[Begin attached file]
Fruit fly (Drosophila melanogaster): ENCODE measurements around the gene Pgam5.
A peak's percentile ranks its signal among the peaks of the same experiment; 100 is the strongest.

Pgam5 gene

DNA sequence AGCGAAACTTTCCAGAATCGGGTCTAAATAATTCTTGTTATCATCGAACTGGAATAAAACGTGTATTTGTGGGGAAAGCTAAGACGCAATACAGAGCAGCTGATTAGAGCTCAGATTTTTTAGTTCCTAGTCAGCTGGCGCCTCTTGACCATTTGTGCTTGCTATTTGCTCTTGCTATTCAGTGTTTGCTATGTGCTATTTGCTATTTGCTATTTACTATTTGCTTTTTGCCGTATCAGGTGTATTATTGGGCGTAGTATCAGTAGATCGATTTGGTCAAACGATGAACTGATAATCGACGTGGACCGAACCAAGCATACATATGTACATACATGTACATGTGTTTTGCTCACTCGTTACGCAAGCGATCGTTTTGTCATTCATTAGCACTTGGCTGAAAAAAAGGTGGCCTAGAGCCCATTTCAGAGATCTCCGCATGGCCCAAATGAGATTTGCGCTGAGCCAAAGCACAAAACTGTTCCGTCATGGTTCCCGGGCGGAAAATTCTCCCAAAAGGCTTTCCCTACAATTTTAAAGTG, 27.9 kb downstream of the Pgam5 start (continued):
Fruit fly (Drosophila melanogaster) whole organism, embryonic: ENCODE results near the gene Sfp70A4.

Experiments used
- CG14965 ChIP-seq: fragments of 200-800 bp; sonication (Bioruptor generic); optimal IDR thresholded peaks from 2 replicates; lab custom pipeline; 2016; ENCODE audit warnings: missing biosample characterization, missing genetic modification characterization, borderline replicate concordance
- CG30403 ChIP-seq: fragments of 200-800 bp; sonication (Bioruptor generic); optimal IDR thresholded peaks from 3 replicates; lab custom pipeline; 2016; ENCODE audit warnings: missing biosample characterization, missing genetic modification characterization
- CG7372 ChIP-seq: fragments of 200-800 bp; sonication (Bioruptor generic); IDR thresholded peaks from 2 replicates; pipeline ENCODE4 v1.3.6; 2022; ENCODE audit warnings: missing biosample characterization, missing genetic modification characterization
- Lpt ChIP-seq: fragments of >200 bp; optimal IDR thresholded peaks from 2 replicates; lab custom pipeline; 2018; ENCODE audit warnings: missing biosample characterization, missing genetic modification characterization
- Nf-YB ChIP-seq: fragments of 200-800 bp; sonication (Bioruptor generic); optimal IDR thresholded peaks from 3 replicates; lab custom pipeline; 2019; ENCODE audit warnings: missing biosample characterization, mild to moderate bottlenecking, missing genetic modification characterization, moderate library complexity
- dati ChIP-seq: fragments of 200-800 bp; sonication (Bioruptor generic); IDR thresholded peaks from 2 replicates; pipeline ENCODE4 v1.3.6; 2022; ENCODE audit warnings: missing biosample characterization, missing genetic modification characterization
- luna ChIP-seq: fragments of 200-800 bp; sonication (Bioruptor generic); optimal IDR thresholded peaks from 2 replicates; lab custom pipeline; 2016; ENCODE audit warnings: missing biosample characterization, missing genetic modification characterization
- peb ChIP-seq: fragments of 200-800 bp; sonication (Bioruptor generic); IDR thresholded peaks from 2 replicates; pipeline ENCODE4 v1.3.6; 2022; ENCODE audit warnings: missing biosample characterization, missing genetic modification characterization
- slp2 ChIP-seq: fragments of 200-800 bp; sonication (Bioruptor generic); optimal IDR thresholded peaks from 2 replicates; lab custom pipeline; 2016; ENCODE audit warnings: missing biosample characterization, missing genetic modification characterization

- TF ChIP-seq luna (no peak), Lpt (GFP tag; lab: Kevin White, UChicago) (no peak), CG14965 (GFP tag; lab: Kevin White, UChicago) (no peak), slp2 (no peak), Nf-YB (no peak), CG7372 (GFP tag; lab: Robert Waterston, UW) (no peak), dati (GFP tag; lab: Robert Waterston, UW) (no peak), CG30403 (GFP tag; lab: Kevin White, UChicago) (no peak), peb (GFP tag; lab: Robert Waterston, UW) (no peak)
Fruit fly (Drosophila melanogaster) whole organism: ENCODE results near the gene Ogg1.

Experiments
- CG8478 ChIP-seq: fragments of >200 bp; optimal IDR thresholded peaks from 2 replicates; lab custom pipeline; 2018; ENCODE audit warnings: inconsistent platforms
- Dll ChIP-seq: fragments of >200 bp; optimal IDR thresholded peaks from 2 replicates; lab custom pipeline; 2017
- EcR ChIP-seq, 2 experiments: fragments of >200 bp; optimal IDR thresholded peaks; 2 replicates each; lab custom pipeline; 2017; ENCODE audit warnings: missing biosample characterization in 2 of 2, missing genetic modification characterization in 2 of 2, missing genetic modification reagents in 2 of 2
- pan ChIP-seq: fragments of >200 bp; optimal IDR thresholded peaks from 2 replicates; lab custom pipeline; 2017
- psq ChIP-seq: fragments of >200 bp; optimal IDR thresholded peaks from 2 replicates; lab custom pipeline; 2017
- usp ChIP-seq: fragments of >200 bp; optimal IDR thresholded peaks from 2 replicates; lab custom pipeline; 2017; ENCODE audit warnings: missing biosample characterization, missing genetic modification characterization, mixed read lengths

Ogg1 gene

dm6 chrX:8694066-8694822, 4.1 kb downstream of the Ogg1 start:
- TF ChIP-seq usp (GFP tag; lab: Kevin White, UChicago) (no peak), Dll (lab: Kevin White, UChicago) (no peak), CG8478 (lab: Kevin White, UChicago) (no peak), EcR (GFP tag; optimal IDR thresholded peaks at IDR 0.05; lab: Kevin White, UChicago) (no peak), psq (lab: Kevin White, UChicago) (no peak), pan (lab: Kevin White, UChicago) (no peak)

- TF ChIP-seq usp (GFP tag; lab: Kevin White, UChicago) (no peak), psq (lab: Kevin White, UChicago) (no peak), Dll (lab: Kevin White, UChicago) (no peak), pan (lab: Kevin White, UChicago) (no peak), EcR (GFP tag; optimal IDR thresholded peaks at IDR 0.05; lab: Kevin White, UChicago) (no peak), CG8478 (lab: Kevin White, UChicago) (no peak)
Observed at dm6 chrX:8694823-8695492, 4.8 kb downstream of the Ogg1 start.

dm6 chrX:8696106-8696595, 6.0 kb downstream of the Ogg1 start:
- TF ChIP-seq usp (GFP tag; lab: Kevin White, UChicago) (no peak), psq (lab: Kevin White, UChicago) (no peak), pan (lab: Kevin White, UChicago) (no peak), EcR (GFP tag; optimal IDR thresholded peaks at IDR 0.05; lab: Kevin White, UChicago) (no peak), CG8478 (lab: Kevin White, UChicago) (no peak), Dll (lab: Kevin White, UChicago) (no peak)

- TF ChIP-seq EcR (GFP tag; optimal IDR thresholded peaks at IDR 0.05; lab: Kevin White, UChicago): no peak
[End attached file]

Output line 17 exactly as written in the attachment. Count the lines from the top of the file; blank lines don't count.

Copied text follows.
Fruit fly (Drosophila melanogaster) whole organism: ENCODE results near the gene Ogg1.